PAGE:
I think we're solving all that. You know, the White House has had convenings about this. There are not-for-profits, there are various clearing houses. And so we would like to see that activity work. And certainly, in the natural lands practice, I think protection of forest and protection of oceans, it will play a role. And it, and can be an important one. It's not alone. You can't do that alone. You have to combine it with efforts to reduce your carbon footprint. It should be, you get a free pass because you've got all these offsets.
But I think everyone's smart. You're kinda understanding that the way we thought about this five years ago is not the way that we're thinking about it today. And I also would add that carbon abatement is another part of the strategy. It's a lot easier. One of our companies, Farmers Business Network, is able to help farmers develop a carbon intensity score for how they grow their grain, or whatever. And then tell them, "Well, if you, if you did this, that, and the other, you reduce your score by 50%." And so you're not saying, "I'm sequestering this carbon forever because I'm using no-till agriculture." That is a harder thing to prove. But you are saying, "I produce this crop of corn, or wheat, or whatever, with using 50% less carbon. And therefore, ADM or Unilever, or whoever, I'd like to be paid more for that. Because it's helping with your sustainability efforts as well." So I think you'll see a lot more of that abatement of carbon, rather than just sequestration.
If you could wave your magic wand and change one thing outside of the scope of your control, that would most, be most beneficial to accelerate the progress of what you're trying to do with DBL, and addressing the problem in general, what would you change and how would you change it?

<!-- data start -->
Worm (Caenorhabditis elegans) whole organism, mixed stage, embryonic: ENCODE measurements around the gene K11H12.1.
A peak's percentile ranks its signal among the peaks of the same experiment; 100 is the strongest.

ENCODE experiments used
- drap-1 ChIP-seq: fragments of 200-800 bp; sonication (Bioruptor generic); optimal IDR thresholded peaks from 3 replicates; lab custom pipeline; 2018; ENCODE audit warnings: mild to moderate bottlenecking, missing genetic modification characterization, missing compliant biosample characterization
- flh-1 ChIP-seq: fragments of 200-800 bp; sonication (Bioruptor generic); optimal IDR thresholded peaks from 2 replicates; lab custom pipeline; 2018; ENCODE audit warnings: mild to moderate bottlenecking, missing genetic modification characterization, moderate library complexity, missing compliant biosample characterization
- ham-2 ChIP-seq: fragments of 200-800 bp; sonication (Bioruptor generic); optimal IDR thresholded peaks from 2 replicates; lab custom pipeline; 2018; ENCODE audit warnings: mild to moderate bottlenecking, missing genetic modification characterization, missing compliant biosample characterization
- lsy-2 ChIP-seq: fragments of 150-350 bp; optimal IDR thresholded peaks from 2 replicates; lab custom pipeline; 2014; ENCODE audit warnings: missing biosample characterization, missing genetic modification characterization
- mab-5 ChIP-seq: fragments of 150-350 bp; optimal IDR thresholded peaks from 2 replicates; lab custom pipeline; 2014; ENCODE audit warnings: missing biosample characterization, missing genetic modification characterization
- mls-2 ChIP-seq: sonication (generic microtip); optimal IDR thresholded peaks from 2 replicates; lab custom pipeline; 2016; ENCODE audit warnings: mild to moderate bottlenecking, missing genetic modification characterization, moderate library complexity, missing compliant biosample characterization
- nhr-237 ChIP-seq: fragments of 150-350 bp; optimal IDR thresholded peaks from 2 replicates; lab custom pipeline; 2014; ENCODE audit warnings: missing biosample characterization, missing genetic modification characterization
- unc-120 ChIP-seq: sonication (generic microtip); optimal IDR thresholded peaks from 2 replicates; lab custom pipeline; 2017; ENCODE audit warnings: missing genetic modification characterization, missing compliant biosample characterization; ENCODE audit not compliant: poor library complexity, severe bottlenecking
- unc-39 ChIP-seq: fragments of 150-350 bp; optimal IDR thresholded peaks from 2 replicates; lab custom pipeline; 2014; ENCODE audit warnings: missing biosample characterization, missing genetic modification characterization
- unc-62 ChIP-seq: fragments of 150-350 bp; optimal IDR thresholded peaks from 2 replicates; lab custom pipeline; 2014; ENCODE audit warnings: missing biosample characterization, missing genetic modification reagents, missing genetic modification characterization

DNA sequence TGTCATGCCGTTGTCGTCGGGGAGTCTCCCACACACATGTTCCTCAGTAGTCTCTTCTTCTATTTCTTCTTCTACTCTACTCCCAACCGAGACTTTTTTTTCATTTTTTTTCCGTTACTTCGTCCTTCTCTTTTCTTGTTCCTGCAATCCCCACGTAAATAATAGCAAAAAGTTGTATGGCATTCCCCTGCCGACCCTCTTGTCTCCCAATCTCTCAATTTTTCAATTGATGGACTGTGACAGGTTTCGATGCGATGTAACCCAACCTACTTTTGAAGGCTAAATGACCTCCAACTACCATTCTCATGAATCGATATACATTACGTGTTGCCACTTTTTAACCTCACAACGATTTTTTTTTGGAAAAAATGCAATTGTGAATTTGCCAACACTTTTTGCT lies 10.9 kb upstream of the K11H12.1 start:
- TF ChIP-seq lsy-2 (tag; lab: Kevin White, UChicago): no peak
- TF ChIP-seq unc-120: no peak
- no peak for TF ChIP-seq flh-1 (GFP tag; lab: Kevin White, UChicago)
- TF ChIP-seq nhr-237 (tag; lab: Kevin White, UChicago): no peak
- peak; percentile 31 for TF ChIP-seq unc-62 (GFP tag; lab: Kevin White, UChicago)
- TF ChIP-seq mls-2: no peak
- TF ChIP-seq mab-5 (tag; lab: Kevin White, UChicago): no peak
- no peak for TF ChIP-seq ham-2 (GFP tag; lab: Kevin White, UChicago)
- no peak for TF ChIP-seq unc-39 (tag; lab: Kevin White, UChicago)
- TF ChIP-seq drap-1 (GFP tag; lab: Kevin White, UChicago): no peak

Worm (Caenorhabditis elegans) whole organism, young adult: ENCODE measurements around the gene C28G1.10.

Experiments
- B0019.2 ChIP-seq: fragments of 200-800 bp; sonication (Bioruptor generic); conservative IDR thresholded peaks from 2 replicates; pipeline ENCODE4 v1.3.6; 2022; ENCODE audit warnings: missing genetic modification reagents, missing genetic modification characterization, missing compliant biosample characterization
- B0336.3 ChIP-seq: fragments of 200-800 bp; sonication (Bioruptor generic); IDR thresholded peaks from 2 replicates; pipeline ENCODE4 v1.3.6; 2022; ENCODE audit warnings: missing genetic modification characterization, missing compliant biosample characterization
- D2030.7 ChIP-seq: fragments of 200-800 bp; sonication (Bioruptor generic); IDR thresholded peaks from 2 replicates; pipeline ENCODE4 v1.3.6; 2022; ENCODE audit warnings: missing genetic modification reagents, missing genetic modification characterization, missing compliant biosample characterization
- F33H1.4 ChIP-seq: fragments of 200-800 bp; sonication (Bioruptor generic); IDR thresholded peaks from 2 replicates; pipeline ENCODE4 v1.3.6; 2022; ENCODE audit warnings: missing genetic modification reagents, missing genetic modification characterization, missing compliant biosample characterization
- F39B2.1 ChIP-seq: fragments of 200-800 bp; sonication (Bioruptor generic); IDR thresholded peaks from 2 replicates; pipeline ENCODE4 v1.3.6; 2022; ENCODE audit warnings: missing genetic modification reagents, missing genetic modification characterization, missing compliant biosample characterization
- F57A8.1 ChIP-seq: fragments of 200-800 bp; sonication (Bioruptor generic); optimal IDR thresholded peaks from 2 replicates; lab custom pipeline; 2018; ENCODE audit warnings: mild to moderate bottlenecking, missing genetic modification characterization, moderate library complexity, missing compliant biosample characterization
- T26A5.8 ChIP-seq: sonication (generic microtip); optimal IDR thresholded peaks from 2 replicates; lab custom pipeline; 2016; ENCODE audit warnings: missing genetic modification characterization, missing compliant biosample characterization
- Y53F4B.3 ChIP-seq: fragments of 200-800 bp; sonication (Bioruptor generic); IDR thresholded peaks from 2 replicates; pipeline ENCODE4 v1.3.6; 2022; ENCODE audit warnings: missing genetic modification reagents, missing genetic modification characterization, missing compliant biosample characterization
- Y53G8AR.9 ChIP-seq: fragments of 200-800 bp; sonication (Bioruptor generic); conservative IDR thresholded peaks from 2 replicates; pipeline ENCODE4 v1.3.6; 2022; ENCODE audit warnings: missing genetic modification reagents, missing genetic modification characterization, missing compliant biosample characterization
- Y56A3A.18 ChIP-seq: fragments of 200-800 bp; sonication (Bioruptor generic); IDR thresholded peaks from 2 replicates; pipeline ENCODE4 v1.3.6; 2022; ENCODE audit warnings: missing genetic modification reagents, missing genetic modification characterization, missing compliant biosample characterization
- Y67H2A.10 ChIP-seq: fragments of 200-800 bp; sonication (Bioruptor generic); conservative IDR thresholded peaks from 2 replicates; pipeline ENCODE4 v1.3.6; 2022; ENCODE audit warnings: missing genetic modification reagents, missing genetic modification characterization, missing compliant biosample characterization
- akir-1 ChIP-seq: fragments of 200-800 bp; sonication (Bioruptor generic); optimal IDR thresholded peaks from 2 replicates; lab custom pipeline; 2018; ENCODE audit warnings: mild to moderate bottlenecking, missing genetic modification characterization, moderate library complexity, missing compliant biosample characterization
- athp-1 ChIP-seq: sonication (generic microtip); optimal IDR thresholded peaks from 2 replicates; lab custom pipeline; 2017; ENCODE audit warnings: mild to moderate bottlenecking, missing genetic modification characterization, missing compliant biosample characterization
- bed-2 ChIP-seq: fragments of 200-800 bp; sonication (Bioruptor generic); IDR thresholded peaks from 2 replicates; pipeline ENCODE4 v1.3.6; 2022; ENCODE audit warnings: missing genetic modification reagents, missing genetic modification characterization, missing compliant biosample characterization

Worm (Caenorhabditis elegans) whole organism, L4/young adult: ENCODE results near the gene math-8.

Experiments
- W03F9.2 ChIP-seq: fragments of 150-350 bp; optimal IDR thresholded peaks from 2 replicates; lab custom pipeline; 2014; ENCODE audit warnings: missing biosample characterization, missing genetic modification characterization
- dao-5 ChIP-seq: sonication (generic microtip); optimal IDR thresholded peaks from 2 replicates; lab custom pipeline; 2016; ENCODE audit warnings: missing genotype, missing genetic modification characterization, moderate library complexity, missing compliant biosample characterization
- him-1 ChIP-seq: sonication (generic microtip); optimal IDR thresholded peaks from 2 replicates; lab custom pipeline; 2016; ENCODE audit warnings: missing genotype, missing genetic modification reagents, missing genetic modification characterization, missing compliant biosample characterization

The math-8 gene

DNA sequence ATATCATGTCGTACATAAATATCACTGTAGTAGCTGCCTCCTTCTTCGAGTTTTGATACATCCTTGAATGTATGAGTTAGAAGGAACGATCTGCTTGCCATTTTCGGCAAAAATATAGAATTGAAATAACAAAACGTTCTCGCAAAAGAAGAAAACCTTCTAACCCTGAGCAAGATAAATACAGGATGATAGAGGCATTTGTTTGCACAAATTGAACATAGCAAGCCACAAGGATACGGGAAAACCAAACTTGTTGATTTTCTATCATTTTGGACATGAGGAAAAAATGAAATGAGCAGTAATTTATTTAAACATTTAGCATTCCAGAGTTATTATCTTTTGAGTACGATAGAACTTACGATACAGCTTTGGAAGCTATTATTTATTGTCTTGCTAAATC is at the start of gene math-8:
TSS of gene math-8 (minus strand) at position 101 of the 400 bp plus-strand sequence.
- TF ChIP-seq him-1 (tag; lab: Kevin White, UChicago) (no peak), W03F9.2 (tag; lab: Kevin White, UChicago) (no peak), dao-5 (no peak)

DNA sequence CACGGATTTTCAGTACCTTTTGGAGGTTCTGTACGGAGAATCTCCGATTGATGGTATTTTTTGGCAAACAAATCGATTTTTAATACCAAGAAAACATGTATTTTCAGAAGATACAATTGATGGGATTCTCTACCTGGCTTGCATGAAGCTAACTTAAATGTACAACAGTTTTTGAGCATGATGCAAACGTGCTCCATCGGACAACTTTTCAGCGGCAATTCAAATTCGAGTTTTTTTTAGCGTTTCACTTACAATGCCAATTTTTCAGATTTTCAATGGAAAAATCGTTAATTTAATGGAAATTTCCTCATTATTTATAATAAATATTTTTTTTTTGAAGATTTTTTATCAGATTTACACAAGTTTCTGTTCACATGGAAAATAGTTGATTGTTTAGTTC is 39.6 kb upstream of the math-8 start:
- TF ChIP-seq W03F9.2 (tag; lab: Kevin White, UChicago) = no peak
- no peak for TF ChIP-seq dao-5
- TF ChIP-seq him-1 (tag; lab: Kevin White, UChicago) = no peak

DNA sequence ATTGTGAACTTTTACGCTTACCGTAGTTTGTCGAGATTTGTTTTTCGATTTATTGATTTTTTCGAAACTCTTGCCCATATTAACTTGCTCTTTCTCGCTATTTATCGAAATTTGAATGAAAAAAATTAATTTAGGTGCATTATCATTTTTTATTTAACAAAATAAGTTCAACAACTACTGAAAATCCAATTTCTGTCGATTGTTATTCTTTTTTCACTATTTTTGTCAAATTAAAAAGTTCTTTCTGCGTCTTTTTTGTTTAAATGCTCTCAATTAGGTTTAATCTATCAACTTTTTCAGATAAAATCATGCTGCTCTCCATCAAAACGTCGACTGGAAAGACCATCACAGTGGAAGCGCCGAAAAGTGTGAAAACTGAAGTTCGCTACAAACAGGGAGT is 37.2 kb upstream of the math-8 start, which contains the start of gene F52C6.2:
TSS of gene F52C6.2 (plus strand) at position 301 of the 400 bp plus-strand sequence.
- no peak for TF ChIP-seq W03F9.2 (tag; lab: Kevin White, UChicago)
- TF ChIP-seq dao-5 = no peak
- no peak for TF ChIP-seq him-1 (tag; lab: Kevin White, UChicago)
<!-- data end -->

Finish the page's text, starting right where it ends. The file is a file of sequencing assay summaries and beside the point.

Well, of course, the easy answer there is put a price on carbon. But that's kind of expected. And that would be wonderful because it would help to level the playing field. Another way to level the playing field would be to remove energy subsidies. And it's so unlevel now. For every investment tax credit solar or wind may get, there are still centuries-old subsidies that support traditional fossil industries that are much bigger. And so I would love to level that playing field once and for all.
Are there efforts underway to address that? That's kind of a lot. And I still don't have a clear idea of where those subsidies come from, and what it would take to make them go away. And maybe that's not something you focus on every day. So if it's not your core competency, just say so.
I mean, many of them are embedded in our tax codes. Just sorta arcane ways that you treat losses in an oil field, or whatever, and accounting approaches like who pays the insurance for a nuclear plant. There are little things that you kinda have to be really wonky to care about. There had been in, I think it was the last session of Congress, there had been some senators, congresspeople that have said, "Let's, let's change this." It's just, you're up against a very big wall, and an old wall. [laughs]. And so it really takes a political will and working across the aisle to get this done. And that's not a good characterization of what Washington is like at the moment, unfortunately. But someday. I feel the same way about how to impact investing, all investing will be impact investing. I feel the same way about subsidies. Some day we'll, we'll make it fit the needs of this century, not the last century.